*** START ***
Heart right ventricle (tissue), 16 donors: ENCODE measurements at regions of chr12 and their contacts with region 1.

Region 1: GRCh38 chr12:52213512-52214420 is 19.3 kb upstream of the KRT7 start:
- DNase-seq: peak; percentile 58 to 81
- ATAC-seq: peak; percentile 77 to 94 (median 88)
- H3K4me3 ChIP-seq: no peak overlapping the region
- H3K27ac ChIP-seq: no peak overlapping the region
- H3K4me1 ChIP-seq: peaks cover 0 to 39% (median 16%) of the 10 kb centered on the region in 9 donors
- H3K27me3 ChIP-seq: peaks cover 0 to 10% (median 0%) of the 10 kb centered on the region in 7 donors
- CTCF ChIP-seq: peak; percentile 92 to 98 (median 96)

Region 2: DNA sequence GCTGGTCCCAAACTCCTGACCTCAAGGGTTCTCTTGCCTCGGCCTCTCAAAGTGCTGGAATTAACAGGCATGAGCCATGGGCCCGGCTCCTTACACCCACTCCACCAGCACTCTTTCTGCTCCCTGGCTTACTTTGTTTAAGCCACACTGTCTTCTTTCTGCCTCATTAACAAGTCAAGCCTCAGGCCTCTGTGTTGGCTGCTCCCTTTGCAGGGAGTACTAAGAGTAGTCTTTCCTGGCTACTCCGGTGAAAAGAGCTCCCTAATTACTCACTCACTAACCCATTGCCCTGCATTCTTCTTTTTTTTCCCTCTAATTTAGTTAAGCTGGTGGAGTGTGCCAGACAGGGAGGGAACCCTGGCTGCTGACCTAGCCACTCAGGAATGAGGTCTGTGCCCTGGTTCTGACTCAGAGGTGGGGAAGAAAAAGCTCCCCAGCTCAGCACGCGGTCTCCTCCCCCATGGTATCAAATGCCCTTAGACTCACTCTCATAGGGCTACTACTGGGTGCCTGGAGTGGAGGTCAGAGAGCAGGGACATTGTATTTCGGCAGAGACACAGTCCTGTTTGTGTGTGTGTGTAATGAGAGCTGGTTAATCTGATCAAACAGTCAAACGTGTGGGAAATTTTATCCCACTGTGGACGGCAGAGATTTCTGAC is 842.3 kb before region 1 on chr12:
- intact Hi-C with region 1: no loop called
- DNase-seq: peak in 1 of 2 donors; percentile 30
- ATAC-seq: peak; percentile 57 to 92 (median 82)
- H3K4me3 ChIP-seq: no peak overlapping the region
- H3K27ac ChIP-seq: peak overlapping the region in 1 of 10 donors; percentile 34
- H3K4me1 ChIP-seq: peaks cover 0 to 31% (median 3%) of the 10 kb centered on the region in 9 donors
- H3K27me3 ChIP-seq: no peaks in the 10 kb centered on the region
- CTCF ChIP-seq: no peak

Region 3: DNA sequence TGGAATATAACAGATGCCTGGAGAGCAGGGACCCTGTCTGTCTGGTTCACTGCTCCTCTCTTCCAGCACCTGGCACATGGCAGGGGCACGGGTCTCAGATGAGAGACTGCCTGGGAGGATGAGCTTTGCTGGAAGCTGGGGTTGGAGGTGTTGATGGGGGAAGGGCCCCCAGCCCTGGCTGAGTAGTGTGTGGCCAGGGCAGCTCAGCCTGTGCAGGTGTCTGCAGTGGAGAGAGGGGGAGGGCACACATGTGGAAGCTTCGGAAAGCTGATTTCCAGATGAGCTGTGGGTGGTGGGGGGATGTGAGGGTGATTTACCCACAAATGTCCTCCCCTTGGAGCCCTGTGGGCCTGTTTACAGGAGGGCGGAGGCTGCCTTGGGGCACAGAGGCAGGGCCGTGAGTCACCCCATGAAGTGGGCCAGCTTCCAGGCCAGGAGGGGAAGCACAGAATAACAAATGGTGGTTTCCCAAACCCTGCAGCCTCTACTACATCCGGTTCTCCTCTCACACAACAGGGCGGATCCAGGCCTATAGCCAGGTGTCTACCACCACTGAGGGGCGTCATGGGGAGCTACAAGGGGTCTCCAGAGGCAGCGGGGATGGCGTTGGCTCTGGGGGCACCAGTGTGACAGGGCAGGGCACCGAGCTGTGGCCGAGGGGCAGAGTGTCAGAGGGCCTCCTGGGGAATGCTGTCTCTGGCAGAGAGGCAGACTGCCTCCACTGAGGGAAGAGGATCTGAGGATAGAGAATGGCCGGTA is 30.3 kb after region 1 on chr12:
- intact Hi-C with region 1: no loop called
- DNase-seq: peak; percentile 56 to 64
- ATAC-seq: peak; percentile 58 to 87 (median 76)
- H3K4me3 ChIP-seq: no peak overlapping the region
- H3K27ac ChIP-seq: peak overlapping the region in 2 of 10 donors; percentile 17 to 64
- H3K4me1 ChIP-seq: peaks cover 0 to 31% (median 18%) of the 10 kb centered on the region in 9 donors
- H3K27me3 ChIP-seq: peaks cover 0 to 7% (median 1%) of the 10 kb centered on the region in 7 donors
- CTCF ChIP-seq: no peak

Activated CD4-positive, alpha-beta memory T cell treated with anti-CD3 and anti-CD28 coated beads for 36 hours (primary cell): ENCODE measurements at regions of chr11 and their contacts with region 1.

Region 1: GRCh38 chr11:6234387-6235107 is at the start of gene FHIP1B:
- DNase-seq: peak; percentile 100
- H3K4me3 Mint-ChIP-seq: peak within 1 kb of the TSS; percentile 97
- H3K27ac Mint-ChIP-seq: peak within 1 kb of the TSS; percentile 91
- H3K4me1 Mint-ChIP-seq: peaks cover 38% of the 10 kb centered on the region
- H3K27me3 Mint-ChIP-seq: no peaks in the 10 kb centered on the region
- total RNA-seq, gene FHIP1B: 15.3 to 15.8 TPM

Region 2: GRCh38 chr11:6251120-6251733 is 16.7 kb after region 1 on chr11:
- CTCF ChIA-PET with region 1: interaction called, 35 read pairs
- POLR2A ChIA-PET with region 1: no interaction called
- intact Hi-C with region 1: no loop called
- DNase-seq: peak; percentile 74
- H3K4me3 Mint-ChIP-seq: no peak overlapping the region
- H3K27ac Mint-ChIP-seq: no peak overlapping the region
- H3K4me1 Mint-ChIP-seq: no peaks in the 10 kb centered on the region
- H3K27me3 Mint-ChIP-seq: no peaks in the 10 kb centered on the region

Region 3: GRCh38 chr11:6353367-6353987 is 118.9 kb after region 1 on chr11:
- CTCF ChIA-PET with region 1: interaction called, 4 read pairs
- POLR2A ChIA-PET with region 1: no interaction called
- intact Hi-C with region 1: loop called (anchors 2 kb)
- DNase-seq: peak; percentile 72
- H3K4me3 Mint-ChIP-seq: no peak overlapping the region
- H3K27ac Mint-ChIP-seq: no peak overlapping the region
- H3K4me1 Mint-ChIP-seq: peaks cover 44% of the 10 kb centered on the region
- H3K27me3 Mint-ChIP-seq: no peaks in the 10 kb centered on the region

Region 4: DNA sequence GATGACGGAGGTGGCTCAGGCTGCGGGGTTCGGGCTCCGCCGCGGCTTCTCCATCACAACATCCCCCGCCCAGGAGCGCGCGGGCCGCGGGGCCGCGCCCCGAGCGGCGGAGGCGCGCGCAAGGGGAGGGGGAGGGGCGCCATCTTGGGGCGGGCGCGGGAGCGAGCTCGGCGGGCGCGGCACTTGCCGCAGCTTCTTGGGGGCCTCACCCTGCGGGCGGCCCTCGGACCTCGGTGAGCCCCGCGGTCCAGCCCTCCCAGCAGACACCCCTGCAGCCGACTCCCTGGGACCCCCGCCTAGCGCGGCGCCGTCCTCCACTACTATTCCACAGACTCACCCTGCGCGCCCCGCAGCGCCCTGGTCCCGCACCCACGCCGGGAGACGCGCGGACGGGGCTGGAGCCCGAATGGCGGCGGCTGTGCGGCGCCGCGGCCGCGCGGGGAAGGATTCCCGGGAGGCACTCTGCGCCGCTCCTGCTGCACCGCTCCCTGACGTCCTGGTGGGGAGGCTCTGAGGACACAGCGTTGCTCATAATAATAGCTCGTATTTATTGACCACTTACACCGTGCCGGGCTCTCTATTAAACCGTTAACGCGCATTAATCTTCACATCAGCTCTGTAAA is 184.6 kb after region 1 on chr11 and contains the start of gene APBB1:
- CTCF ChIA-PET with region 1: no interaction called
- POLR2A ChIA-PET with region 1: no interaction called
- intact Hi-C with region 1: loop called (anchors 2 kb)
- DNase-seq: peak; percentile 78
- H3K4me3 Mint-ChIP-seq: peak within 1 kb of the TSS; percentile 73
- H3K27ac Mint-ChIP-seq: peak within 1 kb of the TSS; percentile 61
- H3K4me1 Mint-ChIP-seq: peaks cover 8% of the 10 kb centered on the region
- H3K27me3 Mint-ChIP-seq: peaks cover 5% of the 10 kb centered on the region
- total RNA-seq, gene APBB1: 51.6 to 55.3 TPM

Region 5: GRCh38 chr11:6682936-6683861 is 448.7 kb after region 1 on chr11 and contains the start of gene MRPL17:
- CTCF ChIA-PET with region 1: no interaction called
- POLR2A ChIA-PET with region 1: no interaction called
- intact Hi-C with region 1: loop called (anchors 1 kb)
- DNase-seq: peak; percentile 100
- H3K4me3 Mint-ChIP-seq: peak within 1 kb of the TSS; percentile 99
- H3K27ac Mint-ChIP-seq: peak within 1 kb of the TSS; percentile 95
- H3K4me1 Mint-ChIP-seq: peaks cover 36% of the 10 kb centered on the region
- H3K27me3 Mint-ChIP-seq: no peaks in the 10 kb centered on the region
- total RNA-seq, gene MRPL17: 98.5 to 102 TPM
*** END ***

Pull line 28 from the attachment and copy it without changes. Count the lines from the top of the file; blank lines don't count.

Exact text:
Activated CD4-positive, alpha-beta memory T cell treated with anti-CD3 and anti-CD28 coated beads for 36 hours (primary cell): ENCODE measurements at regions of chr11 and their contacts with region 1.